Image

This incident made me think of this wonderful poem by Kid President. It’s called ‘A Tiny Poem to the World’ but I think it could easily be called ‘Ode to a Fundraiser’. It sums up perfectly, for me, the way the sector is viewed and how we all need to ‘keep going, keep going, keep going’. We need to remind each other that there are good days and bad days but as long as we are doing our very best for those who need us and our charity, we are making a change and we should be proud.

 

 

There’s a fundraiser in all of us

I’ve never identified myself as a fundraiser. This is because I work in communications and that’s my ‘title’.

But actually, I am a fundraiser. And I wish I’d realised it sooner.

Clayton Burnett’s Great Fundraising report by Professors’ Adrian Sargeant and Jen Shang, showed that great fundraising organisations are those with staff and volunteers who are proud of their fundraising, whatever their job title.

The theme for the Institute of Fundraising’s National Convention this year is ‘Proud to be a fundraiser!’ and I’m really proud to be an official blogger. For three days, charity professionals will be gathering to hear from our peers about corporate fundraising, individual giving, digital fundraising, community fundraising, events, volunteers and much more.

You can join in already by tweeting why you are proud to be a fundraiser, using the hashtag #proudfundraiser, and a Proud to be a Fundraiser Toolkit will be launched at the convention.

Here’s my latest fundraising initiative for the wonderful charity Child’s i and this is why I’m doing it.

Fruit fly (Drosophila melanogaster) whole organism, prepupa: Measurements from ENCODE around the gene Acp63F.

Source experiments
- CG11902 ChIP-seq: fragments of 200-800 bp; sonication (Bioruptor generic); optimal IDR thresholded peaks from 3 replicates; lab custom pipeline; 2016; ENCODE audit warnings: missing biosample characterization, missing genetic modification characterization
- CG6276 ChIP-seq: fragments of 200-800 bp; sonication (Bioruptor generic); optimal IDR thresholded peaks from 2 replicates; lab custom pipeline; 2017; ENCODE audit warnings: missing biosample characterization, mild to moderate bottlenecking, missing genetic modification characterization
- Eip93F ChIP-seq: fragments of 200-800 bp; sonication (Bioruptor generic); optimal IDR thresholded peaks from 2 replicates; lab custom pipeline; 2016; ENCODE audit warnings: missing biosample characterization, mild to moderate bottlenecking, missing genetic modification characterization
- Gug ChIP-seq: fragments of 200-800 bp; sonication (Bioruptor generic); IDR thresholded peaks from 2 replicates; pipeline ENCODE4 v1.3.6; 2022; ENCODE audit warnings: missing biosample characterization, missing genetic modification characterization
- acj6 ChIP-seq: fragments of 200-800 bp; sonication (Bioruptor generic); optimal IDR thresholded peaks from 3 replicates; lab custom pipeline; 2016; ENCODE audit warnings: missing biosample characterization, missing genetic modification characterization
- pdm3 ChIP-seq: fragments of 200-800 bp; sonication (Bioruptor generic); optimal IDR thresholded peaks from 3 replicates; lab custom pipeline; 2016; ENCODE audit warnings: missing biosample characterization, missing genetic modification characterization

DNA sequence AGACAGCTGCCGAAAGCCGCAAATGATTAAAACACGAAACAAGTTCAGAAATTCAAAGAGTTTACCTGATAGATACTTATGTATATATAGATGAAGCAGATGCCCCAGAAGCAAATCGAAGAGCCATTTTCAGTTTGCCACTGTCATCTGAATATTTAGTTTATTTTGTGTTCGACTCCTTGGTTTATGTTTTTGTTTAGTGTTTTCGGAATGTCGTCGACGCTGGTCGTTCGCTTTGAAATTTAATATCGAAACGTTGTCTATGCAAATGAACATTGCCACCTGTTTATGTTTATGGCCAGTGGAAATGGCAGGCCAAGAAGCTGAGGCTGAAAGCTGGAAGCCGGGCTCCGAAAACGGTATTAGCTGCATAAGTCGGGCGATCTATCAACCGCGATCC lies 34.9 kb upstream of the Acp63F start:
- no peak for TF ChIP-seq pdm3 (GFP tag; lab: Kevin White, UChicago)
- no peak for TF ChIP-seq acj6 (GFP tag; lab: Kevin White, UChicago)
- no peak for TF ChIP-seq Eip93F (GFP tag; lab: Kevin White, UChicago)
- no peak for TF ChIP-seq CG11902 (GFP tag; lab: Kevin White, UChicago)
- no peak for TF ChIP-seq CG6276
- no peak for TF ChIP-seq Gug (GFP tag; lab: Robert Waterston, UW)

So am I a fundraiser? Yes, I believe I am and I truly believe there’s a fundraiser in all of us.

Have you got a life wish?

Life wishes. We’ve all got them right? My life wishes include: running a marathon, writing a book (would be great if it could top the Bestseller list but I can’t be TOO fussy), visiting Machu Picchu, walking the Great Wall of China, renovating an old house into something Grand Designs would be proud of and learning to speak Italian.

The thing is, if I set my mind to it, I could actually achieve all of these things. And that got me thinking… the children that Child’ s i support don’t have that luxury. Ask them what their life wishes are and you’ll hear:

‘To live with my mom again. I miss her cuddles.
‘For my parents to find work so that I can go home and they can take care of me.’
‘For someone to love me and sing me to sleep at night.’

So I decided to stop procrastinating and do something to help Child’s i raise the money they need to help trace and reunite babies and children that they provide short term emergency care for at Malaika. I want to inspire 100 people to sign up and raise £100 to do something on their ‘life wish list’. That £100 is the difference between a child growing up in an orphanage or being reunited with their family.